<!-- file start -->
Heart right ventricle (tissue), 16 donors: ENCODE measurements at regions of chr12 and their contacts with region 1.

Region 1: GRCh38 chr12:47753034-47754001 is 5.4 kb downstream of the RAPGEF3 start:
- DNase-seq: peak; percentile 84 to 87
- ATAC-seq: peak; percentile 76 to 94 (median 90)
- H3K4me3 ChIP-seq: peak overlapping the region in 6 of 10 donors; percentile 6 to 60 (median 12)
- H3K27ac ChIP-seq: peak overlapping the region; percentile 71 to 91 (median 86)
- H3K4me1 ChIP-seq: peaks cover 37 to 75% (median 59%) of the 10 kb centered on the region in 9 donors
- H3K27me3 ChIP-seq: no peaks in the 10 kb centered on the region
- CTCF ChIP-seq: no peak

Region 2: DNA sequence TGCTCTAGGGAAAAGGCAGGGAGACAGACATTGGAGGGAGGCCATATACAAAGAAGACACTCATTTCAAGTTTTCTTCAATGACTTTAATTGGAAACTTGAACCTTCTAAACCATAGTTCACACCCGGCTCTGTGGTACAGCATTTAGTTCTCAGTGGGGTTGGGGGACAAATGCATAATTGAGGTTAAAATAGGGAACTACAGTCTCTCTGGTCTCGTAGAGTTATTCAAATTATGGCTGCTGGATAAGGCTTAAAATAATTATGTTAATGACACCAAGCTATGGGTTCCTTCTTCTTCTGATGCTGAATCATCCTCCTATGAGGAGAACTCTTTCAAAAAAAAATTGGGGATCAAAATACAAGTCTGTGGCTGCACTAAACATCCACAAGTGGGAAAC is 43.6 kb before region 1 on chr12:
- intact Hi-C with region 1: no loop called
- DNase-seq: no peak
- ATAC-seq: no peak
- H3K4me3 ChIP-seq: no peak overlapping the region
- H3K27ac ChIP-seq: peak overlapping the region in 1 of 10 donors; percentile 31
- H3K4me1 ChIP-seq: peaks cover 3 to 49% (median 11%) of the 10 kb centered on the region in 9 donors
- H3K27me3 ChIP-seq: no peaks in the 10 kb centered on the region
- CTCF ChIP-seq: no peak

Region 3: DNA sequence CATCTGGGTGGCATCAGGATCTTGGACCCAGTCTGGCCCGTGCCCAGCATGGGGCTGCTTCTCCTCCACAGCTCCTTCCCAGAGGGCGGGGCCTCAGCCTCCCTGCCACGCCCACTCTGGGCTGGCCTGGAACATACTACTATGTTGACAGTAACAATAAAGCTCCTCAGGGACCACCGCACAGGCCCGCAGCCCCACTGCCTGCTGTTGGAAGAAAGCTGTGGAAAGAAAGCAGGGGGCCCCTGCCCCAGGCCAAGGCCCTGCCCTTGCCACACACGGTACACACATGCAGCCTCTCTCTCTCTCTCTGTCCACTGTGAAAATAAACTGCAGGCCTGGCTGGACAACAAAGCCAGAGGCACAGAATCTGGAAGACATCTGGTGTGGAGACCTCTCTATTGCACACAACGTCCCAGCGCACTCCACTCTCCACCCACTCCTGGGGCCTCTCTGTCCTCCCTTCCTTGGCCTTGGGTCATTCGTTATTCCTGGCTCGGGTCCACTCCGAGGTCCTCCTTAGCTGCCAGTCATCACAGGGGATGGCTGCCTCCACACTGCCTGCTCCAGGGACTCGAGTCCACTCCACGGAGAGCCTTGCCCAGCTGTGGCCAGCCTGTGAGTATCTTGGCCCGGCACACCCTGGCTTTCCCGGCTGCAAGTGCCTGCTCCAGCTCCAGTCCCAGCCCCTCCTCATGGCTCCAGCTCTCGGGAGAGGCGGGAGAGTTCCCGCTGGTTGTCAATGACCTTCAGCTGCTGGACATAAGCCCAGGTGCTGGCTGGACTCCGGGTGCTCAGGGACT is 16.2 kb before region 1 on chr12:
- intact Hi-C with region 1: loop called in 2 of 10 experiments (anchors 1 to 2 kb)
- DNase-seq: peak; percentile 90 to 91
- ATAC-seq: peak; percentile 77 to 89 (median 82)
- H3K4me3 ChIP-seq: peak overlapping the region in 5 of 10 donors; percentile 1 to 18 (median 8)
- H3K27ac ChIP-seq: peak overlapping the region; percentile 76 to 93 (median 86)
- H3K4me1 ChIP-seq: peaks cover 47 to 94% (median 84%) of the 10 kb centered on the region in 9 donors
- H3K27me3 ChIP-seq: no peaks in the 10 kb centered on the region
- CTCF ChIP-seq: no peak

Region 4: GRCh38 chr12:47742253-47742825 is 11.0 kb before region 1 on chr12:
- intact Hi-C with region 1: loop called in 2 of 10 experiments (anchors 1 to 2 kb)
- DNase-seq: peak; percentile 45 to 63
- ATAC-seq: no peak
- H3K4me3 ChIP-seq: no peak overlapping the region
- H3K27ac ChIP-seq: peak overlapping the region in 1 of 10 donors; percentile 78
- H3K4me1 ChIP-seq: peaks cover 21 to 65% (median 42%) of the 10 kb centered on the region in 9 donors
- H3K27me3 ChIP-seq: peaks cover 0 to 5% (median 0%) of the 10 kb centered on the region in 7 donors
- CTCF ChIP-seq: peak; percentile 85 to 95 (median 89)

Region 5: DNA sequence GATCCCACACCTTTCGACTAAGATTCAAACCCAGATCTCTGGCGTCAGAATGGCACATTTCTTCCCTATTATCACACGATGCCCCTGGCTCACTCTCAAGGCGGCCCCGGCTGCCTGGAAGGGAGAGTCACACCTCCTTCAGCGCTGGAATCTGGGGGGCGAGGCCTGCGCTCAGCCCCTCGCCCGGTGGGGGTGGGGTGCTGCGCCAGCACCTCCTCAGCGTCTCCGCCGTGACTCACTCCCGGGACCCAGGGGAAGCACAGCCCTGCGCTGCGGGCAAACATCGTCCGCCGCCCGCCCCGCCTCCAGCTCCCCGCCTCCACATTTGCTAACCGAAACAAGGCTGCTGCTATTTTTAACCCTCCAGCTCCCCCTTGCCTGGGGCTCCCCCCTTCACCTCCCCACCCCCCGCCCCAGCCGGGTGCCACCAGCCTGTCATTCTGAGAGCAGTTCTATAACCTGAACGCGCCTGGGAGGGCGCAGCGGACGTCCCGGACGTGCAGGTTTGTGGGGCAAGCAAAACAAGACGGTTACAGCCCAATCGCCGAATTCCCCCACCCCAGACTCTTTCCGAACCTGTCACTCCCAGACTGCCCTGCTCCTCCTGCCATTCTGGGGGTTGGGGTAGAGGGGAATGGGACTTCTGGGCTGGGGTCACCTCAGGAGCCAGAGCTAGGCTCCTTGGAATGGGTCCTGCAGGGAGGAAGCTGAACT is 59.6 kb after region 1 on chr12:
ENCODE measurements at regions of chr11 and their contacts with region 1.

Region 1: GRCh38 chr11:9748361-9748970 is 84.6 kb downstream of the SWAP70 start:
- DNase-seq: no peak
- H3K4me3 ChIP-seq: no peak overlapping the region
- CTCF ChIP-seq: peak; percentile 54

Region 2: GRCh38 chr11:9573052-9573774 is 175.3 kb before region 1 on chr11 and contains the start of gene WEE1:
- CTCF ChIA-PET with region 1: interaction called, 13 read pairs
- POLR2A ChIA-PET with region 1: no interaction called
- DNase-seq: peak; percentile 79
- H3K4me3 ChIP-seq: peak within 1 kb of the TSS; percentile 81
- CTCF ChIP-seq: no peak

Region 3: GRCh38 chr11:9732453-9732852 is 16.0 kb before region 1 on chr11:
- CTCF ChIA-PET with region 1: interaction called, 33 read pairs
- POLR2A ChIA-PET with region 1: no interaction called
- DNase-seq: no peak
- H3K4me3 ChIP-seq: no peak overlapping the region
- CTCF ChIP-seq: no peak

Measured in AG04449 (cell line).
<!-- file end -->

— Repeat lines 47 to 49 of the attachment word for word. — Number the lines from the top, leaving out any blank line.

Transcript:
- H3K4me3 ChIP-seq: peak within 1 kb of the TSS; percentile 81
- CTCF ChIP-seq: no peak

Region 3: GRCh38 chr11:9732453-9732852 is 16.0 kb before region 1 on chr11: